Victim personal statements in managing victims’ voices in sentencing in Northern Ireland: taking a more procedural justice approach

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Luke Moffett


victims, sentencing, victim participation, procedural justice, the Troubles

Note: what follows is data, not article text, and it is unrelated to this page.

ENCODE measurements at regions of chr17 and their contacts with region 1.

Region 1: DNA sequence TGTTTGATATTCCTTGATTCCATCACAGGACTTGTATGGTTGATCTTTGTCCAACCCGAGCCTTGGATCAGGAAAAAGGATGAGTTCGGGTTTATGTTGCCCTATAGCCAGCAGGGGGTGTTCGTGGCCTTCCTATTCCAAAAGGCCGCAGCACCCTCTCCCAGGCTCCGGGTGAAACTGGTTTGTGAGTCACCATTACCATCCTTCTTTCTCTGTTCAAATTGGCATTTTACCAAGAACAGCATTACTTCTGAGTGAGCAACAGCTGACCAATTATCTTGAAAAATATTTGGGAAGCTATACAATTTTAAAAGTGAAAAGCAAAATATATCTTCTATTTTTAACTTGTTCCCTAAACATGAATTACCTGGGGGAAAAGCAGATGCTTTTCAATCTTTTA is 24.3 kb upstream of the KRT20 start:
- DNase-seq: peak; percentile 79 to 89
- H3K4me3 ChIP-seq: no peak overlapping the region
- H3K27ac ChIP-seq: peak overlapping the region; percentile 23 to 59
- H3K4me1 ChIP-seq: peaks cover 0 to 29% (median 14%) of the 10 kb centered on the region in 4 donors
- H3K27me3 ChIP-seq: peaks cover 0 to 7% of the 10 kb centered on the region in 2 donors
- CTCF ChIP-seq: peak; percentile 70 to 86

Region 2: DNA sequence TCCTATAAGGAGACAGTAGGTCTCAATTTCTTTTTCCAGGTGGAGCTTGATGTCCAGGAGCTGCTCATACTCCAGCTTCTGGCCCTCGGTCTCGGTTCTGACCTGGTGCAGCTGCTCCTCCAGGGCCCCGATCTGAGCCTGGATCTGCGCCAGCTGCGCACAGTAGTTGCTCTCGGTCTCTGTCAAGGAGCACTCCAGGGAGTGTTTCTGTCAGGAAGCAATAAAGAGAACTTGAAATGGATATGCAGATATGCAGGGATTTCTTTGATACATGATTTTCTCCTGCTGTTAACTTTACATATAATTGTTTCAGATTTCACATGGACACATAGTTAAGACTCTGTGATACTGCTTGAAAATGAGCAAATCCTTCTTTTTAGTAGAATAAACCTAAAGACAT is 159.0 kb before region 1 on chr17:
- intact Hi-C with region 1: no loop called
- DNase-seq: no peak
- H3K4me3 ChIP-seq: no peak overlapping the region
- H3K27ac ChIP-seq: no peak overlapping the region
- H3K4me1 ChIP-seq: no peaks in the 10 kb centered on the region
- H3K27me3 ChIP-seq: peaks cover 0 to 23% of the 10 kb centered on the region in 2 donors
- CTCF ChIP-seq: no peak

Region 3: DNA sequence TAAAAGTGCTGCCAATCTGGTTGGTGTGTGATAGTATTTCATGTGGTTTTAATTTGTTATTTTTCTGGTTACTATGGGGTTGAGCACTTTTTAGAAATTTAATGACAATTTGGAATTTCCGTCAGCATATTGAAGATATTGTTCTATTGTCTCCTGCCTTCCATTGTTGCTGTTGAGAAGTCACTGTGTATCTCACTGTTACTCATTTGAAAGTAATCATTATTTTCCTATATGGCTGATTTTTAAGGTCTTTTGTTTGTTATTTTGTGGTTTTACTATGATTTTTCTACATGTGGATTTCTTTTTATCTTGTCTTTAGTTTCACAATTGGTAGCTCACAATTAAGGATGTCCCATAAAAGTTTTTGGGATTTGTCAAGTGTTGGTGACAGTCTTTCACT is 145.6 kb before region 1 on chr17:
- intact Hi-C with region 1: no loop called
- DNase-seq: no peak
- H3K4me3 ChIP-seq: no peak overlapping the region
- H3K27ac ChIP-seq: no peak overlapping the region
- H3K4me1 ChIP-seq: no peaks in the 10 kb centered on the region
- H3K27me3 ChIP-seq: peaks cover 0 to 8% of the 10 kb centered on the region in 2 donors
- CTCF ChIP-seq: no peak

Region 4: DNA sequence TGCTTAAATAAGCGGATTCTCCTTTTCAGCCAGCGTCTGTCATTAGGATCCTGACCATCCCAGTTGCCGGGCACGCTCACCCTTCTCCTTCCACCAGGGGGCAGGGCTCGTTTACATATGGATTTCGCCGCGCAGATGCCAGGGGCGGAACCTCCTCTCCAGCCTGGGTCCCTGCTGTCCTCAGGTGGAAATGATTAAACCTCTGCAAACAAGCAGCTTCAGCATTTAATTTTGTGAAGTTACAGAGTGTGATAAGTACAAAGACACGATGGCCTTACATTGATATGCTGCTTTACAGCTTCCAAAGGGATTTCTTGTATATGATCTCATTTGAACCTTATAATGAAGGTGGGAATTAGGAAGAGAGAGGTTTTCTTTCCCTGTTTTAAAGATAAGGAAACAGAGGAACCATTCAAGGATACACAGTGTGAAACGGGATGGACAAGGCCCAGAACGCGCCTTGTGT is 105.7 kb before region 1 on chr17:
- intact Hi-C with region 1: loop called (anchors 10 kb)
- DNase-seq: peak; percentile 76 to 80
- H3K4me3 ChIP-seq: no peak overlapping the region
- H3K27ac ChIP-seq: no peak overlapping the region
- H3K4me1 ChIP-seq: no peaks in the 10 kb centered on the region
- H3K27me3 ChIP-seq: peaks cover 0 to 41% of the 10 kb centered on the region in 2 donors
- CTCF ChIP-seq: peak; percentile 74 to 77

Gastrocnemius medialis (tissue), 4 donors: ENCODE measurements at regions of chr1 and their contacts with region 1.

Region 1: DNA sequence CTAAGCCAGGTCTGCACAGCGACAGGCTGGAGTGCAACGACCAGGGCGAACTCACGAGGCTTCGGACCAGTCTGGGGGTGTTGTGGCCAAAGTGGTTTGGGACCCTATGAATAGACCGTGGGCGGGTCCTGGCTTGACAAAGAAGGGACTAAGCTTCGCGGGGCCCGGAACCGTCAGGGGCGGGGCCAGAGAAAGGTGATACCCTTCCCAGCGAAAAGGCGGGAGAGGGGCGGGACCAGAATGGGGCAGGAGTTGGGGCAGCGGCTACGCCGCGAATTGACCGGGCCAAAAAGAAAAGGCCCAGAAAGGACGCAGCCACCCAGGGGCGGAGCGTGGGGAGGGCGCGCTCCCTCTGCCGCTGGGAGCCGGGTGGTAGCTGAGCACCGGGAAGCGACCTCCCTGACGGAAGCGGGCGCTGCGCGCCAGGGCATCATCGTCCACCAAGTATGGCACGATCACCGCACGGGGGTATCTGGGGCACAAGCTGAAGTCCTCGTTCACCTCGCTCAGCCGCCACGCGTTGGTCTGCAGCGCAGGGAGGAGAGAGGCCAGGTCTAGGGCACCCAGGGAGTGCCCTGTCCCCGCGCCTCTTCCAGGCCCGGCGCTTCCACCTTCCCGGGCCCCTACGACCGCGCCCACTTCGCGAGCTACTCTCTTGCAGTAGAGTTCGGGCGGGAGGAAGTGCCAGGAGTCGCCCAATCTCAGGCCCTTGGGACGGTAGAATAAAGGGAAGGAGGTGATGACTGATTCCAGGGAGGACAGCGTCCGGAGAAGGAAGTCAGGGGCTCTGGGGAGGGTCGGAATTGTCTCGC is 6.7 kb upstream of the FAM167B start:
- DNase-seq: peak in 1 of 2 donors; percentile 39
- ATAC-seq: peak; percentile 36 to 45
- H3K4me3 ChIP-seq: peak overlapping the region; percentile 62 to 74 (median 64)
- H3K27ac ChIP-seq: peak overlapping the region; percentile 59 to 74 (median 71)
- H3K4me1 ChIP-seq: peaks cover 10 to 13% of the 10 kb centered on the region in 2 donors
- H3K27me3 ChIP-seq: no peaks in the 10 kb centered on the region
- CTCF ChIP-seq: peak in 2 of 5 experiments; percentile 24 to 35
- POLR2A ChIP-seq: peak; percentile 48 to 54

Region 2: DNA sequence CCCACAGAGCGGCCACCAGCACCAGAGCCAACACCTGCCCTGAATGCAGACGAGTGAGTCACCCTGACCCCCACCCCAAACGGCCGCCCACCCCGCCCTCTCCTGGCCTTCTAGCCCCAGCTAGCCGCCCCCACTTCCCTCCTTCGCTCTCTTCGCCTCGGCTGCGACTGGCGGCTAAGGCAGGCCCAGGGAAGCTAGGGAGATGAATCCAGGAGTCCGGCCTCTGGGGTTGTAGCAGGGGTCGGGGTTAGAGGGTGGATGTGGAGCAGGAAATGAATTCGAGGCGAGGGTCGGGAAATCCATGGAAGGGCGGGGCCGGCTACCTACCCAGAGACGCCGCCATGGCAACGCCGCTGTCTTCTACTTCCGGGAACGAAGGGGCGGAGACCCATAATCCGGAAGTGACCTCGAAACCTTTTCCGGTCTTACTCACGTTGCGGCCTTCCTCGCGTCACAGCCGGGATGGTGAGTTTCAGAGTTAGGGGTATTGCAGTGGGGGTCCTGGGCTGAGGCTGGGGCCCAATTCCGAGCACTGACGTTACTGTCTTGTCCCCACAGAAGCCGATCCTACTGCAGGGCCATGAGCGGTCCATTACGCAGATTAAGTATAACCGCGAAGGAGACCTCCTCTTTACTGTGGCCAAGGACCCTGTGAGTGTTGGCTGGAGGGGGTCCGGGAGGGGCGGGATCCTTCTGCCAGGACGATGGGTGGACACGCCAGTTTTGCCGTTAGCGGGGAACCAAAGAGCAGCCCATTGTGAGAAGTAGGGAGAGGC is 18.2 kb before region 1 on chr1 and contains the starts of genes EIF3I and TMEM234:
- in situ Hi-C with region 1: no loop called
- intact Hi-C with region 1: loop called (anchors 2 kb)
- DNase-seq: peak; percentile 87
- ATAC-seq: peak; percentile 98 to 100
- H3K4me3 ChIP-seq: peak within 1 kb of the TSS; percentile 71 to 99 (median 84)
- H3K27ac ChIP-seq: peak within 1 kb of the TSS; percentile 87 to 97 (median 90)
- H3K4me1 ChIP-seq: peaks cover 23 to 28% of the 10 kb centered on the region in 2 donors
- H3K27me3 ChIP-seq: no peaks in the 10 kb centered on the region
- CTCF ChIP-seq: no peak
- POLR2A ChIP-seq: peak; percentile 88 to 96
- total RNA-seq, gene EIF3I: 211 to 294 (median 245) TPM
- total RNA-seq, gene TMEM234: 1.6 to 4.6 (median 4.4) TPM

Victim personal statements (VPS) have been introduced in a number of common law criminal justice systems. Although they have been espoused as important in ensuring victims’ ‘voices’ are ‘heard’ in sentencing, this article examines the extent of improving victim satisfaction and procedural justice in Northern Ireland. In light of increasing juridification of victim participation through the VPS by the EU and the English Court of Appeal, its impact on sentencing has received mixed views amongst victims, intermediaries and legal practitioners. Drawing from 24 interviews with judges, lawyers and intermediaries, this article finds that greater attention should be paid to vulnerable victims’ inclusion and that judges should better articulate the impact the VPS has on sentencing and the significance of such statements in acknowledging the victim’s experience, rather than engendering harsher sentences.

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